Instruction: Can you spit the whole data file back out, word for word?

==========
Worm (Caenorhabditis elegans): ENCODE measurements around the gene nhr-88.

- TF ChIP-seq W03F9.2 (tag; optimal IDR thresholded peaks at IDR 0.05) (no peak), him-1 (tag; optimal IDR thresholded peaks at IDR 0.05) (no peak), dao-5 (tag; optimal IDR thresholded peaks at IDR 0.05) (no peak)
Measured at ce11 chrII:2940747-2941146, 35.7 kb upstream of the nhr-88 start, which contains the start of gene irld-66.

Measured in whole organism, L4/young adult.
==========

Worm (Caenorhabditis elegans): ENCODE measurements around the gene nhr-88.

- TF ChIP-seq W03F9.2 (tag; optimal IDR thresholded peaks at IDR 0.05) (no peak), him-1 (tag; optimal IDR thresholded peaks at IDR 0.05) (no peak), dao-5 (tag; optimal IDR thresholded peaks at IDR 0.05) (no peak)
Measured at ce11 chrII:2940747-2941146, 35.7 kb upstream of the nhr-88 start, which contains the start of gene irld-66.

Measured in whole organism, L4/young adult.